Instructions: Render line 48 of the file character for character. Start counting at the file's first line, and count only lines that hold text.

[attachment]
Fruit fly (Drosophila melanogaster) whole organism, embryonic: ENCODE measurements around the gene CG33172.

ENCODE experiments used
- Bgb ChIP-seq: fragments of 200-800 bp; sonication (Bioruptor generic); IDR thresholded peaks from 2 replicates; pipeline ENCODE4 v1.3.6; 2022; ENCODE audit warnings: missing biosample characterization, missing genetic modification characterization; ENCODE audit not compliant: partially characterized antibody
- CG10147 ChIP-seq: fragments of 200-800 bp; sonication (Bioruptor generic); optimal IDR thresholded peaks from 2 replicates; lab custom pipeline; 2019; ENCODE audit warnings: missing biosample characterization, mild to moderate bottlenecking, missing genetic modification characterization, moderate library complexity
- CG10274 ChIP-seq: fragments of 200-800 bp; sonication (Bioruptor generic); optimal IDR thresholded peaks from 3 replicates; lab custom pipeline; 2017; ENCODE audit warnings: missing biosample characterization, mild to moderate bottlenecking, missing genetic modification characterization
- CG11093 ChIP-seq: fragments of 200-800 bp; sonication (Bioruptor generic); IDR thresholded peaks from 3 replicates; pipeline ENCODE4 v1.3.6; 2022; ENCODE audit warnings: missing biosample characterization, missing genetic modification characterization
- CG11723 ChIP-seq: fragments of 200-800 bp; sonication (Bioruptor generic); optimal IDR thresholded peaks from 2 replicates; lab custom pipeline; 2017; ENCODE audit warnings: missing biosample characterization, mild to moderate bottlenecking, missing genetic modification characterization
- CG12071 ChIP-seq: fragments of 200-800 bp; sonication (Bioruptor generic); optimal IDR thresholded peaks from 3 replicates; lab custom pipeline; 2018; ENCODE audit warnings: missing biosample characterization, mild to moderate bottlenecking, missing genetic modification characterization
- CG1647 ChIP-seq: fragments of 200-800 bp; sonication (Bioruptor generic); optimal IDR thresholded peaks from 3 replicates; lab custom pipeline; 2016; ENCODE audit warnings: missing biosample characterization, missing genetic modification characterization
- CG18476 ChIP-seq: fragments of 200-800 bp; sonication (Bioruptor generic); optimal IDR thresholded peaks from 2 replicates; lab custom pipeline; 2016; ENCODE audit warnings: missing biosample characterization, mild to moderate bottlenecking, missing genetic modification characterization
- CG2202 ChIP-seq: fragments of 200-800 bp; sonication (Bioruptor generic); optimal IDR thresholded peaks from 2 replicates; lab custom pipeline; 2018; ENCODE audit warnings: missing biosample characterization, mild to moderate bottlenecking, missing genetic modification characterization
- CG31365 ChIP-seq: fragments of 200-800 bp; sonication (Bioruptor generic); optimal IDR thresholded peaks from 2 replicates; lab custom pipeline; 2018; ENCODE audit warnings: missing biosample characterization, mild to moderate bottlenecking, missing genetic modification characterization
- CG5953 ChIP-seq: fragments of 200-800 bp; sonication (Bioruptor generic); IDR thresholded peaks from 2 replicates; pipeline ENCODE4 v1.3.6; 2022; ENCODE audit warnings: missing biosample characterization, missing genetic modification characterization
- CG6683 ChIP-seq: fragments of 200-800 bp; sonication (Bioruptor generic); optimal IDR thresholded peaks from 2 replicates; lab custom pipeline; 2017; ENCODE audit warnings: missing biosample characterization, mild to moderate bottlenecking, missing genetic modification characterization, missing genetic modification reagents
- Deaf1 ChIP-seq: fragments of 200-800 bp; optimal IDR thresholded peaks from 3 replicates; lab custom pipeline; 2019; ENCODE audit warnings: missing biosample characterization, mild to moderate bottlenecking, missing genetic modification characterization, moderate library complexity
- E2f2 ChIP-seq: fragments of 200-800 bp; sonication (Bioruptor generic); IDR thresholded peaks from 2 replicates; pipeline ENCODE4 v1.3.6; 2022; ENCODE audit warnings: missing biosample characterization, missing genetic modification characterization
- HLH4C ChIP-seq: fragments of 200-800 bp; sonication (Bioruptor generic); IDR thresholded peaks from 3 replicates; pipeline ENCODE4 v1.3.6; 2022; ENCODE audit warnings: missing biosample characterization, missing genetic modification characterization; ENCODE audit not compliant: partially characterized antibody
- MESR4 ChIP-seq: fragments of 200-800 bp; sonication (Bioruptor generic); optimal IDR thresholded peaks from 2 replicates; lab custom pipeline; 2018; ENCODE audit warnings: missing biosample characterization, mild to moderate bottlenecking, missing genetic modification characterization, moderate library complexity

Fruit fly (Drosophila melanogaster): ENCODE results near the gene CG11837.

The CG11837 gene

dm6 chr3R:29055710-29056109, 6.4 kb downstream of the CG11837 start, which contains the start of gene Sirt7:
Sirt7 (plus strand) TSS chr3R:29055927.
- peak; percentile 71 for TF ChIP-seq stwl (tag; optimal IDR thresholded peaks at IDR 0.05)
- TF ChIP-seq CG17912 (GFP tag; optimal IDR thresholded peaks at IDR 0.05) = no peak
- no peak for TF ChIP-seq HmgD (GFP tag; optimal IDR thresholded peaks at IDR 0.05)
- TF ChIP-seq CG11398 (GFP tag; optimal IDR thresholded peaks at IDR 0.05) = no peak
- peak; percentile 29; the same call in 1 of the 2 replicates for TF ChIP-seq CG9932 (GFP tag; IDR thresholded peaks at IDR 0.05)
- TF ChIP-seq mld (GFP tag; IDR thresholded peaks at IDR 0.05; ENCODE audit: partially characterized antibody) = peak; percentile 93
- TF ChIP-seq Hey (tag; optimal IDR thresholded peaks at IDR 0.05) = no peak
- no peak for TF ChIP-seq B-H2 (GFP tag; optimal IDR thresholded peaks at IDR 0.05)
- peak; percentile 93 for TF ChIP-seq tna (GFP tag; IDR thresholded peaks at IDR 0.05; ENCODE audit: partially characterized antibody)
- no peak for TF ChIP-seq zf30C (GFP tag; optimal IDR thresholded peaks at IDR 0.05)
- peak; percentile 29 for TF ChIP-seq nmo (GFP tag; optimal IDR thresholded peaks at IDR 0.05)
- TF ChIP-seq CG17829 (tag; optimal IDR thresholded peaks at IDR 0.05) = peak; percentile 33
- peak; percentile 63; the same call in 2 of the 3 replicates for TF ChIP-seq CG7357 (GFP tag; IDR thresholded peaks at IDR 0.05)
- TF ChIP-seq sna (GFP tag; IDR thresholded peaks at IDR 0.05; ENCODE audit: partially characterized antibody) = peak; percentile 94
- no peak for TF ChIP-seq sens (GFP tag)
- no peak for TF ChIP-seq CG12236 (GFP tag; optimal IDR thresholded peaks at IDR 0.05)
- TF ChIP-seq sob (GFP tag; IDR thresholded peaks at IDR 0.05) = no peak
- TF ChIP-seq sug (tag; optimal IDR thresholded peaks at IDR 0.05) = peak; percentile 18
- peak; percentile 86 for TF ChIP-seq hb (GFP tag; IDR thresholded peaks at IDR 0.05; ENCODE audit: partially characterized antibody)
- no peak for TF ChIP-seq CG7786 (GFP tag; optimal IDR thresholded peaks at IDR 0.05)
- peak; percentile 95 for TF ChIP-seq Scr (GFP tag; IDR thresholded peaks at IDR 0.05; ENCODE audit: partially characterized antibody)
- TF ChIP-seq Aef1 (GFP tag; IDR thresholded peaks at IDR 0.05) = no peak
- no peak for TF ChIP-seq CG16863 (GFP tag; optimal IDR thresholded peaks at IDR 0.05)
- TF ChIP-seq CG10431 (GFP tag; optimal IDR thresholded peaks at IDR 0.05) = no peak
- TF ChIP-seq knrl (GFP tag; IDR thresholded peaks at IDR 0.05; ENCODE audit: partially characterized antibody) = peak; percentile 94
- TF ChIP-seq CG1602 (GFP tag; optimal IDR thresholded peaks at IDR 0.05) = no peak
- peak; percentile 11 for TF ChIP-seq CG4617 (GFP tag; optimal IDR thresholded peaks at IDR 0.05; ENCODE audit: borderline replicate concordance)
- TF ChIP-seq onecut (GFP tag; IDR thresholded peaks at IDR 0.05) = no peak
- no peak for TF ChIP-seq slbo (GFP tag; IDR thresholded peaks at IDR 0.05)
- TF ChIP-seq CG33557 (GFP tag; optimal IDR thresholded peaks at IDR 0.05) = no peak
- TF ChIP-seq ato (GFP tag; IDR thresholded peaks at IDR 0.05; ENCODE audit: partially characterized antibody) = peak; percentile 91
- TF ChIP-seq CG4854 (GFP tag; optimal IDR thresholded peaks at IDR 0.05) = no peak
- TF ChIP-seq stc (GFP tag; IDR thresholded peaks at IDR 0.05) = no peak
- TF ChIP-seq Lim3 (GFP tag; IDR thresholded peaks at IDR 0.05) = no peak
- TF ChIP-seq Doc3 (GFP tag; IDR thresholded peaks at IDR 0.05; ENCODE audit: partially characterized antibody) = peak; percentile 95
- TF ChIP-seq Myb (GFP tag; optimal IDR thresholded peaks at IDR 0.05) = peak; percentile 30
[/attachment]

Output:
- TF ChIP-seq CG1602 (GFP tag; optimal IDR thresholded peaks at IDR 0.05) = no peak